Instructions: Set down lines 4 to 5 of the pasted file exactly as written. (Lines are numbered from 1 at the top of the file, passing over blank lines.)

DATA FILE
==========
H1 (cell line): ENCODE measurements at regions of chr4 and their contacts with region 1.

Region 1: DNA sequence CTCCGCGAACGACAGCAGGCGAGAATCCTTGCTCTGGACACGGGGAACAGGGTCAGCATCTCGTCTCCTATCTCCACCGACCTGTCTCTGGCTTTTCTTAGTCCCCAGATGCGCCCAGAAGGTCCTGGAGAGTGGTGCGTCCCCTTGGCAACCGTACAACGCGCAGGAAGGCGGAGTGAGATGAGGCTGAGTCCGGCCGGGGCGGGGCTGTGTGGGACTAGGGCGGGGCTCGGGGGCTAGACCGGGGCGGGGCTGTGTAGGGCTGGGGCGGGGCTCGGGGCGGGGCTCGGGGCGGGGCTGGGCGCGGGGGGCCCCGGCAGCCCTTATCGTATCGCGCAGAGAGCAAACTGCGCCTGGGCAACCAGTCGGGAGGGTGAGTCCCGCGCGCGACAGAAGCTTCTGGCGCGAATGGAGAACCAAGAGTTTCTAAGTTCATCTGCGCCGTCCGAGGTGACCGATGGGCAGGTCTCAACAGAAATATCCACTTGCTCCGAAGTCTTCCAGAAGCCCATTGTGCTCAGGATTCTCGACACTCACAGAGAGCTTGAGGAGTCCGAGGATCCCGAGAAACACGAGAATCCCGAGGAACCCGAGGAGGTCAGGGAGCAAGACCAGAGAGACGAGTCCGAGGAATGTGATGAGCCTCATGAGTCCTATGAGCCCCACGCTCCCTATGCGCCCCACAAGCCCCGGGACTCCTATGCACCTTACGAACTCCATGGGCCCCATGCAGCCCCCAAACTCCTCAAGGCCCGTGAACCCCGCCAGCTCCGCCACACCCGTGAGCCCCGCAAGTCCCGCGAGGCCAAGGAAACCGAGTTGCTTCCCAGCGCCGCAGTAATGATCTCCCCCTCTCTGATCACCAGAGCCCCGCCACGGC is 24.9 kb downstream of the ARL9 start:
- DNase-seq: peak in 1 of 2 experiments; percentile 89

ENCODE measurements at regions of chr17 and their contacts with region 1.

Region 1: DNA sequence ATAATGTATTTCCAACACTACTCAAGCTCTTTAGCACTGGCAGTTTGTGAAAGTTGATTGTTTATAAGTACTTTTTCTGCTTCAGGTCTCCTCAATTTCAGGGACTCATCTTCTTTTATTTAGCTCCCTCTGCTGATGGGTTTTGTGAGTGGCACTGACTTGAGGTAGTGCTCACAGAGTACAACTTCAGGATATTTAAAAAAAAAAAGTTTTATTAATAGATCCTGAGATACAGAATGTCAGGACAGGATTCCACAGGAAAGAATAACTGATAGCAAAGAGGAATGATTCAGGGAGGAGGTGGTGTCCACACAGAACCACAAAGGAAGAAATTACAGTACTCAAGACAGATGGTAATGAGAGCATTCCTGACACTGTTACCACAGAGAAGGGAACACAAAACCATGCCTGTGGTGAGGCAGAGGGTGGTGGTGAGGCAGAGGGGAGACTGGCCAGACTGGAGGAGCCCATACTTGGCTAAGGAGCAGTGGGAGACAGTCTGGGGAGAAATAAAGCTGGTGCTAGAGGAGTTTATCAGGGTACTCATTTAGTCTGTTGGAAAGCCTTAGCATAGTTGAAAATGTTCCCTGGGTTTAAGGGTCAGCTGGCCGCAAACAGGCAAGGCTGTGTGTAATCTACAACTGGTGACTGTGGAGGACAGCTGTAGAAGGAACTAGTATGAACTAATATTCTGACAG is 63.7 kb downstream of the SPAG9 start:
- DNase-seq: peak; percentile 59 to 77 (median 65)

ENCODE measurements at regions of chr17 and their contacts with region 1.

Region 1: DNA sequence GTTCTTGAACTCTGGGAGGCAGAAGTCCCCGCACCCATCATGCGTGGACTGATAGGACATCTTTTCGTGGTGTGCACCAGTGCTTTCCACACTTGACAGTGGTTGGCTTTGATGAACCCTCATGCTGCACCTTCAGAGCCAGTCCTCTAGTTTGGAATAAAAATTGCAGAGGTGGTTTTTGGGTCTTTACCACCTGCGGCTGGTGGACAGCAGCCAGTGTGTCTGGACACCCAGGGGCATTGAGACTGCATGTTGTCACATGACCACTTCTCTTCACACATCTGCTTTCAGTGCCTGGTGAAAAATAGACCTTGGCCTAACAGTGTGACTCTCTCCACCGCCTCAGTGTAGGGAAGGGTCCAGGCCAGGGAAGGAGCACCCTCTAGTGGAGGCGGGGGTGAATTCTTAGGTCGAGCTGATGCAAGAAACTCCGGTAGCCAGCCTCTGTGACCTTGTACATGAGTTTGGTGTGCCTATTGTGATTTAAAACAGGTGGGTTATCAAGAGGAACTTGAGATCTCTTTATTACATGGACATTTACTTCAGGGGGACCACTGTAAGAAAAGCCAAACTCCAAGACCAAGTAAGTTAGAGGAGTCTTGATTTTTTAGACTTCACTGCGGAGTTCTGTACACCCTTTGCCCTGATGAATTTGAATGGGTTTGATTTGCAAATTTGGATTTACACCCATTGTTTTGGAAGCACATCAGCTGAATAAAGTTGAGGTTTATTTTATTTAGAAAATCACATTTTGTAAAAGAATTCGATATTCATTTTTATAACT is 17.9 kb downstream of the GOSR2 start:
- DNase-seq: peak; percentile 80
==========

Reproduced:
ENCODE measurements at regions of chr17 and their contacts with region 1.

Region 1: DNA sequence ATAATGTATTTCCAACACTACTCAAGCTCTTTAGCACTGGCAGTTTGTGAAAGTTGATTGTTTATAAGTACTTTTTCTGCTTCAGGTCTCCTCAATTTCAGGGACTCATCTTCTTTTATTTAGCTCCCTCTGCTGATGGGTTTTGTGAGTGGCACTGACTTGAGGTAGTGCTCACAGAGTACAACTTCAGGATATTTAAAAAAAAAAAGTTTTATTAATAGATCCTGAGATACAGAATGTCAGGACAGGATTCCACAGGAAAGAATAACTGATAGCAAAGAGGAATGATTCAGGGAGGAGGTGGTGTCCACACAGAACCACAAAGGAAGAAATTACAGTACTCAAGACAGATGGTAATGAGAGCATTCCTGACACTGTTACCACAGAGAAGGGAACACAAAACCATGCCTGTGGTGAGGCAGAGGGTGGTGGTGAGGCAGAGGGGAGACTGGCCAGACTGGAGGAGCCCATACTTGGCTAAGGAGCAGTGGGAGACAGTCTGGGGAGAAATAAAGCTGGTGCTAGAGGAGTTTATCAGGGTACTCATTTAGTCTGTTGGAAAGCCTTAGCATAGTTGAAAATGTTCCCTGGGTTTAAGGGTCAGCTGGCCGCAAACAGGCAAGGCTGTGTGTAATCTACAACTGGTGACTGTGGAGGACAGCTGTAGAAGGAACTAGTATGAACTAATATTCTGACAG is 63.7 kb downstream of the SPAG9 start: